Andrew Bird might have got his biggest break last year: a cameo in The Muppets film. But unlike Leslie Feist or Dave Grohl, Bird didn’t end up with a single shot cameo (or multiple shots if you’re Grohl), but instead was the whistling voice of main character/Muppet Walter, whose talent turns out to be a saving grace for Kermit and friends. And while the track – “The Whistling Caruso” – might draw in a good few more listeners to Bird’s music (especially since it’s rightfully credited to him and included on the film’s soundtrack), it’s hard to tell if it’ll create a whole host of new fans. Since 2005’s The Mysterious Production of Eggs, Bird’s prominence has been gradually growing, but his popularity seems to have been garnered by word of mouth more than anything else, people speaking well of his enveloping and hypnotizing live shows. But gauging his overall appeal has been hard to predict, and despite its rightful tag as a “grower,” Bird’s last album, Noble Beast got to number twelve in the Billboard chart – a whole 64 places higher than Armchair Apocrypha’s entry point.
Thus, I struggle to give any sort of accurate forecast regarding how well his latest album, Break It Yourself, might fare in terms of overall popularity. Much like its predecessor, Break It Yourself shares a silent request for the listener to be patient with the music and wait for it to click. To casual or new listeners, Bird’s music here might seem drifting and even aimless, often lulling towards slow costive rests; much to their surprise too, since lead single “Eyeoneye” burst into speakers with a strict and heavy guitar presence. The track turns out to be something of a red herring, feeling a little out of place compared to the surrounding music, but is still perfectly within Bird’s own style.
The people who will – perhaps – enjoy this record most, though, are the fans of Bird who are readily familiar with his musical motions. “Hole In The Ocean Floor” is a sprawling eight minute sweep that takes its sound from Bird’s unpredictable and engrossing live shows, spreading violin streaks between and on top of each other while tracks like “Give It Away” and “Orpheo Looks Back” are sprightly efforts full of intriguing tonal shifts and time signatures. There’s plenty on offer, and at points Bird even introduces us to new sound experiences, such as slowed down voices on “Desperation Breeds” and “Lazy Projector,” or the glimmering chimes on the warming, dewy-eyed closing track “Belles.”
What surprised me most, though, is how much of the material from the Norman soundtrack Bird has re-worked here. But unlike the difference you would find between the track “I” and “Imitosis,” the versions of the Norman songs on Break It Yourself aren’t vastly different to the originals, still centring on acoustic performances for the most part. The wandering and wordless vocal melody from “The Kiss” is stitched into the opening track “Desperation Breeds,” still coming off as entirely natural, like something Bird might hum (or whistle) to himself while on his way to his barn. Elsewhere “Sifters” is fitted out with a slow-burning pizzicato melody, but the emphasis still lies with Bird’s lyrical matter while “Lusitania” is just as lovely as before, if not moreso due to Annie Clark making an appearance and fitting in perfectly to a line like “Go ahead boy say something dumb.”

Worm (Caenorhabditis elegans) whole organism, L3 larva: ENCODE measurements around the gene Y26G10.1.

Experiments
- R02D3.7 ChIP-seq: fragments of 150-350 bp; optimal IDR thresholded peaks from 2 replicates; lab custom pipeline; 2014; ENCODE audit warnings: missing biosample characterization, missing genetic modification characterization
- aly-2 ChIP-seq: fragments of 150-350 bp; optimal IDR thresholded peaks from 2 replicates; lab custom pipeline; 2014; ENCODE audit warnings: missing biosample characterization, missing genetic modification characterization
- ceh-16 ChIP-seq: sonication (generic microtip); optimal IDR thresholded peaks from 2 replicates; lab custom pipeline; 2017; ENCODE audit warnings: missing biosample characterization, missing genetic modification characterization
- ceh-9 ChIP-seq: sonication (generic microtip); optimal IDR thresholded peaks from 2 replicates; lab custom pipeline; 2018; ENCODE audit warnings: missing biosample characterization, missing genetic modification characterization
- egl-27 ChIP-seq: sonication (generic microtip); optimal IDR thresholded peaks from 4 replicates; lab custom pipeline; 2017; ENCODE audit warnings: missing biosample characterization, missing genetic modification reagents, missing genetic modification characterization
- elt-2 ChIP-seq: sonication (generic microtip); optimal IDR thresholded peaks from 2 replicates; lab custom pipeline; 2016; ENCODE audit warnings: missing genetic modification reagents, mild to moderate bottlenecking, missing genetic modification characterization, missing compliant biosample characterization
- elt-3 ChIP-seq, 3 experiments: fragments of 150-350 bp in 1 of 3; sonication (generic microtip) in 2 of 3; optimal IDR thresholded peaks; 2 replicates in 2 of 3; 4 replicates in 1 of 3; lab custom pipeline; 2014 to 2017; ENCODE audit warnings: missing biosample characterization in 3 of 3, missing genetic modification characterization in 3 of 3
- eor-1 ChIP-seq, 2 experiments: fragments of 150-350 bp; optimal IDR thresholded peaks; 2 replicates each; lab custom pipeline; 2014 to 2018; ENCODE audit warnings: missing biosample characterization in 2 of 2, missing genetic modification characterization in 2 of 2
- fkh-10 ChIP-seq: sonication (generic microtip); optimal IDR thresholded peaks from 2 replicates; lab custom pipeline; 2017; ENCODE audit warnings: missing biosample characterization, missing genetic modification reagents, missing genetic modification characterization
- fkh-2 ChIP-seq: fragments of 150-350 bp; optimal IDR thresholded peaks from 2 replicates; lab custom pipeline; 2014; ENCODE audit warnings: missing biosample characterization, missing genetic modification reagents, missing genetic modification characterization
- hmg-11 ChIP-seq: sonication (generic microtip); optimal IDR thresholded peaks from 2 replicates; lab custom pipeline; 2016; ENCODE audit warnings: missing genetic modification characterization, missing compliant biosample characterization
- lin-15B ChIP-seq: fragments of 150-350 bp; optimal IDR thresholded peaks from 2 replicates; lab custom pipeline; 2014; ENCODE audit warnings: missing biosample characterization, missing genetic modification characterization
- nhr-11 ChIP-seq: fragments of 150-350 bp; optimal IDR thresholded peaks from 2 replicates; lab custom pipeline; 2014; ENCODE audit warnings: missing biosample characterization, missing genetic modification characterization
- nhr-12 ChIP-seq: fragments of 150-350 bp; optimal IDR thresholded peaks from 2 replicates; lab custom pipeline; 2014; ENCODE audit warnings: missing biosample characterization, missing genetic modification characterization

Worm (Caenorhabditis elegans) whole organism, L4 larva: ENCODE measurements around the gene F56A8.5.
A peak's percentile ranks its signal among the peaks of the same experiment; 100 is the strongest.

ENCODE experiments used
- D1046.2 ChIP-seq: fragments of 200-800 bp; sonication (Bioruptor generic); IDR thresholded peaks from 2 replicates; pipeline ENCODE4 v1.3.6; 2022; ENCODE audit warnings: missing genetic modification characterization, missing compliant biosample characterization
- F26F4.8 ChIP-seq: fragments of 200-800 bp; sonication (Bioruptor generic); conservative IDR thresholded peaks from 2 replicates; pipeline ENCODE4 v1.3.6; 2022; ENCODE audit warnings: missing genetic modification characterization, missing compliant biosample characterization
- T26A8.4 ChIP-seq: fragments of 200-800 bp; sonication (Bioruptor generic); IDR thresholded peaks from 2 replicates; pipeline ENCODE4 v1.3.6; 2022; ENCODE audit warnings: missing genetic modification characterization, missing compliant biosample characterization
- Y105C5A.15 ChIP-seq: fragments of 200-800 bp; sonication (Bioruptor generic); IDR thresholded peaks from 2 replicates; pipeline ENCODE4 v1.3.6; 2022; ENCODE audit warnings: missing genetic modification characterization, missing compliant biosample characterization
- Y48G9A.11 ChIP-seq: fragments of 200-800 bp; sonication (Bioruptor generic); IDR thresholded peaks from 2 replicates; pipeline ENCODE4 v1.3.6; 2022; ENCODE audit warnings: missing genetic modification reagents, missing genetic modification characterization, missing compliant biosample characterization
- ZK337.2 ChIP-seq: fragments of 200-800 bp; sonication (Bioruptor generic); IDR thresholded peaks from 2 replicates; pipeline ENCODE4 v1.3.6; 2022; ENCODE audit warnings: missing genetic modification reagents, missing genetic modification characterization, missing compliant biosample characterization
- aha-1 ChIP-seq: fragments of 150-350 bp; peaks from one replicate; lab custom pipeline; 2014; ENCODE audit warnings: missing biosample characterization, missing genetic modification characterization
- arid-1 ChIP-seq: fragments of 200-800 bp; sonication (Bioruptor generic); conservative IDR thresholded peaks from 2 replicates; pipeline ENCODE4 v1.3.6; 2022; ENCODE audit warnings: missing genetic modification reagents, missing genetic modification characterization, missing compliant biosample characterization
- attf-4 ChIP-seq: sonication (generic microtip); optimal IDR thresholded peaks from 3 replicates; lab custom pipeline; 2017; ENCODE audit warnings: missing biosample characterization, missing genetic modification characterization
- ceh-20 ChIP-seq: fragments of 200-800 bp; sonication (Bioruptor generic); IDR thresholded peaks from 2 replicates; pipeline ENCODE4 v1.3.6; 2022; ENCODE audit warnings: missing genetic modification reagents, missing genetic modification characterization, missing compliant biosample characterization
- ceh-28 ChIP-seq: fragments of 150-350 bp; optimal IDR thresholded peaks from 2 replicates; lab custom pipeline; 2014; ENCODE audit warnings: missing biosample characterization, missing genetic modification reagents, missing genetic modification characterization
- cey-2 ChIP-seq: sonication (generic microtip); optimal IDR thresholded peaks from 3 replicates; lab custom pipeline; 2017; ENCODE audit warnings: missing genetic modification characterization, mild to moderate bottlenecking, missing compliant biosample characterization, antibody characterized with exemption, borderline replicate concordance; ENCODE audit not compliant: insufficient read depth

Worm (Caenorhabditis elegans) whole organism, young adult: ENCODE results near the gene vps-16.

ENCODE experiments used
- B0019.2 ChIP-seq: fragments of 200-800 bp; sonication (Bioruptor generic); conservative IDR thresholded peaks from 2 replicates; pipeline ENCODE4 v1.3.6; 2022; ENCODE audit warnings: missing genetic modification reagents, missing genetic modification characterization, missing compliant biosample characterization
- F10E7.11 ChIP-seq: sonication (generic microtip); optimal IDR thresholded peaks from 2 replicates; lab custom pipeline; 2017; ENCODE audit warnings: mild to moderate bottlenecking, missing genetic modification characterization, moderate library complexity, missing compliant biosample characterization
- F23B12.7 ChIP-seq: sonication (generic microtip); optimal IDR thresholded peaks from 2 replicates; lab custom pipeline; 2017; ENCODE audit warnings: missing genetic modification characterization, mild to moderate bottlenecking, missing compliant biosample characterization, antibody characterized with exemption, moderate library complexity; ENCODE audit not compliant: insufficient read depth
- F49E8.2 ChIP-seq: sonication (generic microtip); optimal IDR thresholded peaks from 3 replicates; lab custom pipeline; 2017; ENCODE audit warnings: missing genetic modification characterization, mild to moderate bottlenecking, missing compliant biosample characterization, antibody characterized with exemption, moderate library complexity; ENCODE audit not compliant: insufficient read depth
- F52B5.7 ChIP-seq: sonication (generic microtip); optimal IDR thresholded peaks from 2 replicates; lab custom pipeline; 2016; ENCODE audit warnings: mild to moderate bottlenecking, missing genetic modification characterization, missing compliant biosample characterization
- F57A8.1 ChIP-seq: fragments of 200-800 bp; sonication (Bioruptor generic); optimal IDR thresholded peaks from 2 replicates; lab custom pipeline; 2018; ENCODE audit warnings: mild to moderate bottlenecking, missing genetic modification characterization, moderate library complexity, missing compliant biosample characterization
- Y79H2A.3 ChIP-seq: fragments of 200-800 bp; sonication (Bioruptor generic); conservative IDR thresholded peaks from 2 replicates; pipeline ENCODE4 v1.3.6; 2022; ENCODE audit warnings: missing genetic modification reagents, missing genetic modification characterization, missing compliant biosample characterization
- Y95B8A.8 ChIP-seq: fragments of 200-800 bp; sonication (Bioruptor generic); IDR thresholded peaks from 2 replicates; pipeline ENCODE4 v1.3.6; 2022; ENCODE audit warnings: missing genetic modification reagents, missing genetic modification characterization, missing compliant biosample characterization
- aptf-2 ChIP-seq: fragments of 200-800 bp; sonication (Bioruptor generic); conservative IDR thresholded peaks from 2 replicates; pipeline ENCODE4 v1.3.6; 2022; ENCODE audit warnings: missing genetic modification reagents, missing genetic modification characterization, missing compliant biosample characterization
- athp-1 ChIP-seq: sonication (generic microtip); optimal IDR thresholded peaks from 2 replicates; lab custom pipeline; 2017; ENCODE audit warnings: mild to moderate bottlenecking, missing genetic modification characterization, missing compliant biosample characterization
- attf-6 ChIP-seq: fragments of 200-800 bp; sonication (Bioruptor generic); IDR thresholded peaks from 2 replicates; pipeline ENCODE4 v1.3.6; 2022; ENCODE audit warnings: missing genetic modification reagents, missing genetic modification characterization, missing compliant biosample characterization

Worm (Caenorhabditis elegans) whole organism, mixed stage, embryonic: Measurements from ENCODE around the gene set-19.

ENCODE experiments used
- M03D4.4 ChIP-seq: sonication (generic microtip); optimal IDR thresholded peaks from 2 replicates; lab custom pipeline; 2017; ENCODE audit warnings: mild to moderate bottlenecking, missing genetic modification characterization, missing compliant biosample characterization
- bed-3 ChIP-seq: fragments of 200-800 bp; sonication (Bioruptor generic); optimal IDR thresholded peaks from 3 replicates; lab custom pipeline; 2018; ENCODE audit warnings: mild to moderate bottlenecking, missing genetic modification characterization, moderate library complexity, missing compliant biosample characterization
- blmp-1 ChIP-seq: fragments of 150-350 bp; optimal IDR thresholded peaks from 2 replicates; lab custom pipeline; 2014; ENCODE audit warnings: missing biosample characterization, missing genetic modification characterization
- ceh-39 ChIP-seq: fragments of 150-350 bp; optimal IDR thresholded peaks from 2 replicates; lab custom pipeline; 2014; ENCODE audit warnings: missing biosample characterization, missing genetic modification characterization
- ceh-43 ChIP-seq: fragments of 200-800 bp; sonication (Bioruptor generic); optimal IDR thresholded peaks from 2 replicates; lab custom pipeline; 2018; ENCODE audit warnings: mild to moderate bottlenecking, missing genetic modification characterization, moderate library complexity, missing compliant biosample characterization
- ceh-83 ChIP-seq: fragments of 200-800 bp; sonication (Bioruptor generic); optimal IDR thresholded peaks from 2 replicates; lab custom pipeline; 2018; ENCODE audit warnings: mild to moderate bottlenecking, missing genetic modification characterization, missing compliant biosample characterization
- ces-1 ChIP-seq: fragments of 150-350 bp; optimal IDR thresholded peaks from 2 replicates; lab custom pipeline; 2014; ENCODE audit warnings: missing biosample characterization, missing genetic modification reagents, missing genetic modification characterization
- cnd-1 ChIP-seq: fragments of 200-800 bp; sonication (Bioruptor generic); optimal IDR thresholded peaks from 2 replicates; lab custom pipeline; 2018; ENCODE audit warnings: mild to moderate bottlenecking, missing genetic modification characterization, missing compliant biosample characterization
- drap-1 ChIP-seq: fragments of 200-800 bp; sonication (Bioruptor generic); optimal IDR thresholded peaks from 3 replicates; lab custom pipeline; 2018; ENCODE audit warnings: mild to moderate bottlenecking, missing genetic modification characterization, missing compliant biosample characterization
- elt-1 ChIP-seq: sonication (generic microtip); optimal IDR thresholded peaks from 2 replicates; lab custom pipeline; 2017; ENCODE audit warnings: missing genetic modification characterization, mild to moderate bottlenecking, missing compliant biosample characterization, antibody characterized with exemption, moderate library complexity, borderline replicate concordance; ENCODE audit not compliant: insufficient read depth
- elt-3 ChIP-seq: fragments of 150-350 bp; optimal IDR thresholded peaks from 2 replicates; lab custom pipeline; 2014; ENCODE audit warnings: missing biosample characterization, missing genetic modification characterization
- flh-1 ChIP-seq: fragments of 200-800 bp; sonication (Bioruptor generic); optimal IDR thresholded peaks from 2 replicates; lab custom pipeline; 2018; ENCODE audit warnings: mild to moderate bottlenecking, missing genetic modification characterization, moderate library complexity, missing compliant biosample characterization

Still, all this description doesn’t feel like an evaluation; all I’ve said is that Andrew Bird fans will like the album, which is a rather redundant statement because an Andrew Bird fan is always going to like his albums in some form or another. And that’s mainly due to the way Bird has built up his musical catalogue over the decades, but more specifically over the time he’s been releasing solo albums. Much like Bonnie “Prince” Billy, Bird has created a certain, specific style of music he can call his own, and be identified by, while also being able to move about freely in this place without fear of losing his core fan base. Much like I’ve already said, the shifts in sound here aren’t going to surprise the casual listener, but will appeal to the listener who knows how and why to realise their significance.
Break It Yourself is still an Andrew Bird record through and through, though: there’s an avid attention to detail, small instrumental tracks, and a wry, almost deprecated sense of humour at points. His lyrical content might seem a bit less ambiguous and cryptic (however, the line “I don’t see the sense in us breaking up at all” isn’t as obvious as you might think – it’s actually a line he wrote for Kermit), but the themes of apocalypse and nature vs. nurture are still there, along with plenty of wordplay. And it’s evident that he still enjoys the sounds of words, as opposed to their meaning, as evidenced by the way the he sings the titular lyrics to “Hole In The Ocean Floor,” turning them into a liquid-y substance that flows seamlessly with his music.
The end result then, is the sound of Bird settling down, becoming comfortable with his music and letting it come off as natural, without losing the sense of enjoyment and the hypnotic dynamism of his core elements (pizzicato loops played over and over, whistling). At times things just sound too easy (“Fatal Shore”), or like’s he figuring out his own complex philosophical problems (“Near Death Experience,” a worthy sequel to “A Nervous Tic Motion of the Head to the Left”), but it always sounds interesting. And that’s one of the lasting marks of Bird’s music: there’s always something to muse over, both when talking about it and while listening to it.